In a similar way a rocket can change its orbit by firing its engine but as soon as the rocket’s engine is turned off the rocket will revert to an orbit purely dictated by gravity. An impossible rocket with a portal on board capable of supplying endless amounts of propellant could continually overwhelm gravity and could for instance move around a planet faster or slower than would be predicted by a classical orbit but any such portals are beyond physics as we know it.

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One could postulate the recent capture of a Kuiper Belt object that got turned into a long period comet, maybe a capture via recent collision with a previously resident moon. With a large reservoir of ice and new exposure to sunlight one might get enough assymetric jetting to alter the object's trajectory significantly from purely orbital motion. This gets easiest to envision near the planet's Lagrange points where it takes very little delta V to produce relatively large motion changes. One could envision the impact site with the resident smaller moon leaving a large crater and throwing out a debris blanket on one side of the KBO to set up the asymmetric jetting conditions. This is very unlikely of course, but within the bounds of the possible over the time span of interest.

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  • $\begingroup$ This is an interesting idea. $\endgroup$ – SRM Jan 15 at 21:32
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Yes, sort of. Two small moons of Saturn, Epimethus and Janus, swap orbits every four years (Earth years, not Saturn years). Neither moon could have the orbital path that it has if the other moon were not there. So the “natural process” you’re looking for is simply the existence of another moon.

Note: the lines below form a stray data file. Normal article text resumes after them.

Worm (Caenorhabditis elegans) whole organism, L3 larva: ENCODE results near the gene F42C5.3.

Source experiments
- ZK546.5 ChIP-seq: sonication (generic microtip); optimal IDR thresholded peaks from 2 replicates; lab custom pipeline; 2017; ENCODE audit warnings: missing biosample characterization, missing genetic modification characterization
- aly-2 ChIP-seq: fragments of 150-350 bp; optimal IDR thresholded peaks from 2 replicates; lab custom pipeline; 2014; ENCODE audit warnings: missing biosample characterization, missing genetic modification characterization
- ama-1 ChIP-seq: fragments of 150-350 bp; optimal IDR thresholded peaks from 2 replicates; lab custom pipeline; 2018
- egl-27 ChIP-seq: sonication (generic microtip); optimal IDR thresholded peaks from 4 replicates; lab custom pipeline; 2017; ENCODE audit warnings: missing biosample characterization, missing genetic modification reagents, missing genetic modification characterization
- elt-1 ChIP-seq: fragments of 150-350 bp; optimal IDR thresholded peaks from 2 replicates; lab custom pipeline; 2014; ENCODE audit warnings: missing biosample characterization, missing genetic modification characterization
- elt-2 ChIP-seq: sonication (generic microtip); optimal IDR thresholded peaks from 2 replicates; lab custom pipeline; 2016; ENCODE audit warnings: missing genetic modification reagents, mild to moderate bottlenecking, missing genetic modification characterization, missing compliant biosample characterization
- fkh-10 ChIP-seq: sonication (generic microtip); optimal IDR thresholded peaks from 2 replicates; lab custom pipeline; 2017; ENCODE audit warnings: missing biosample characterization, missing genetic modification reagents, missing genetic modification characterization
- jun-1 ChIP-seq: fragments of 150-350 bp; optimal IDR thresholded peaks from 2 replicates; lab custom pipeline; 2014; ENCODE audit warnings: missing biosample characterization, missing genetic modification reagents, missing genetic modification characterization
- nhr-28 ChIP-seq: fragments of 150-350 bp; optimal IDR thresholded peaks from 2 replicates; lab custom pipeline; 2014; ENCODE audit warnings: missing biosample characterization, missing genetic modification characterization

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  • $\begingroup$ That is just orbital mechanics with more bodies. The question is explicitly looking for an orbit that cannot be explained with orbital mechanics. $\endgroup$ – SRM Jan 16 at 1:15
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WHAT IF

From your question I can assume this isn't already a normal system.

As such, if a moon had been part of multiple bodies instead of just one (or the other bodies came in at a later time), these other bodies could impact with the moon (or have impacted) to keep it out of alignment.

So, for example, Moon A is the moon that's currently orbiting our main body. Let's assume it was originally orbiting in a semi-normal fashion around its parent.

Along comes object B. This body zips around the parent and goes past the Roche limit, fragmenting into a series of smaller objects which continuously slam into Moon A pushing it against it's normal gravitational pull and keeping it at an 'extreme' orbit.

This obviously would not be something that would last forever, but there could still feasibly be remnants of object B due to impact into A for quite a period of time.